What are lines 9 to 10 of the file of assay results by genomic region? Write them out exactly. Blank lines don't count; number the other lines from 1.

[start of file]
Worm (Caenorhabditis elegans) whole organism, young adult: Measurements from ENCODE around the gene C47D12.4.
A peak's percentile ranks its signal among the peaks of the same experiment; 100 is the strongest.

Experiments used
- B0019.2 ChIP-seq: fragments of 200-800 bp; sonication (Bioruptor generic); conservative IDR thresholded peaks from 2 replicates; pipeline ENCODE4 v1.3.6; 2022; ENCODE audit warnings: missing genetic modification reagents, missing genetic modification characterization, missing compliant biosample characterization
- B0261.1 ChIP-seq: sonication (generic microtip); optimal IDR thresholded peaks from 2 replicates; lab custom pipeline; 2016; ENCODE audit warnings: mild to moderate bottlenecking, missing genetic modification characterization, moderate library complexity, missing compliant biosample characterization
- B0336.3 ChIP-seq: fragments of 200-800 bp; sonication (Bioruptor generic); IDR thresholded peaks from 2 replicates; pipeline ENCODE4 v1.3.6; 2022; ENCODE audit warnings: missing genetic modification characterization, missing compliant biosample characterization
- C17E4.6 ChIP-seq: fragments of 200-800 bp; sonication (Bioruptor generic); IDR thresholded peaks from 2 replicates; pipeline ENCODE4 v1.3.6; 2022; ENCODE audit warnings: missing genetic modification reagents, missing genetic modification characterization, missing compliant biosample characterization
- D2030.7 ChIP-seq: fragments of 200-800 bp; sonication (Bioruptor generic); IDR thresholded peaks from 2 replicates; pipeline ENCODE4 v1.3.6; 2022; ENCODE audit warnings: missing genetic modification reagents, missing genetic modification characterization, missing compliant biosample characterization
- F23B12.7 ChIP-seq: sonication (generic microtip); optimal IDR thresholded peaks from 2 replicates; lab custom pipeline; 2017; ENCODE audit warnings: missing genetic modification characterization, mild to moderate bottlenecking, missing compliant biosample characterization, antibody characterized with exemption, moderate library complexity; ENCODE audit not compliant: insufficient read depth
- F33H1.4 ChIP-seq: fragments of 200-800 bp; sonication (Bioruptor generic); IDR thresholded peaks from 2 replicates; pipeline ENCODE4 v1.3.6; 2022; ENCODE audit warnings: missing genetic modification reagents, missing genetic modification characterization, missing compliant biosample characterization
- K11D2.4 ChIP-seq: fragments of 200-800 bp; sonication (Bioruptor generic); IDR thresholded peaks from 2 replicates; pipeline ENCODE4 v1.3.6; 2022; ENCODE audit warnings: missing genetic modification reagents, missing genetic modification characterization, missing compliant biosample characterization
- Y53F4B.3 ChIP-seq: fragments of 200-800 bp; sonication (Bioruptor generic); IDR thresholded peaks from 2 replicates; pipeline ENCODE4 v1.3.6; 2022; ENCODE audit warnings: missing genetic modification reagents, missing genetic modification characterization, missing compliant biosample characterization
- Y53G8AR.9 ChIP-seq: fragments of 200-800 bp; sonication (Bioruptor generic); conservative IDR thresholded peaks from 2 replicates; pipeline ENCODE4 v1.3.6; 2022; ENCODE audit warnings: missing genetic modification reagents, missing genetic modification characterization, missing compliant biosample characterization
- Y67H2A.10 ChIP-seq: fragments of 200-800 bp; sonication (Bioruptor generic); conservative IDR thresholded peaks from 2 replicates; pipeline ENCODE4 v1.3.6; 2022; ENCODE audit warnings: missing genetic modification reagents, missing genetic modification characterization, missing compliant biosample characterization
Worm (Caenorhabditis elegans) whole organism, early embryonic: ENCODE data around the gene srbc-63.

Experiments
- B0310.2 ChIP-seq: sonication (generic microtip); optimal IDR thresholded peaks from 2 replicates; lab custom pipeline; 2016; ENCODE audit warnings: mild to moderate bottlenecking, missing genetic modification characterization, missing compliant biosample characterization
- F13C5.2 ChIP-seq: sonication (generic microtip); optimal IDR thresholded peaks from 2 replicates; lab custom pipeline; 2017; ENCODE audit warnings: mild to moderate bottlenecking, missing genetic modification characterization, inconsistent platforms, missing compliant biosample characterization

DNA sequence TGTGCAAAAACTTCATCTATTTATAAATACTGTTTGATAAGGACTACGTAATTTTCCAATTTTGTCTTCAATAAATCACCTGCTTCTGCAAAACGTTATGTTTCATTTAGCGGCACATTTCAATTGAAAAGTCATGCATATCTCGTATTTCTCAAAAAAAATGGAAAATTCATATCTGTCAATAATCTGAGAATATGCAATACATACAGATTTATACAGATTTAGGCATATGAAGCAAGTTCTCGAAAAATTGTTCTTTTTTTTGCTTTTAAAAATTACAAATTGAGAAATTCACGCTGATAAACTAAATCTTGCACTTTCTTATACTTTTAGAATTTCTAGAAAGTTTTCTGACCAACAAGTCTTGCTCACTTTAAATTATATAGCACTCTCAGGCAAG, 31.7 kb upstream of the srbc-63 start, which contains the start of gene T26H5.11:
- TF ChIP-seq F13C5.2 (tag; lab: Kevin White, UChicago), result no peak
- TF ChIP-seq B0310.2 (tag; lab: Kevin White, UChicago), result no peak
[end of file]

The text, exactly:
- F23B12.7 ChIP-seq: sonication (generic microtip); optimal IDR thresholded peaks from 2 replicates; lab custom pipeline; 2017; ENCODE audit warnings: missing genetic modification characterization, mild to moderate bottlenecking, missing compliant biosample characterization, antibody characterized with exemption, moderate library complexity; ENCODE audit not compliant: insufficient read depth
- F33H1.4 ChIP-seq: fragments of 200-800 bp; sonication (Bioruptor generic); IDR thresholded peaks from 2 replicates; pipeline ENCODE4 v1.3.6; 2022; ENCODE audit warnings: missing genetic modification reagents, missing genetic modification characterization, missing compliant biosample characterization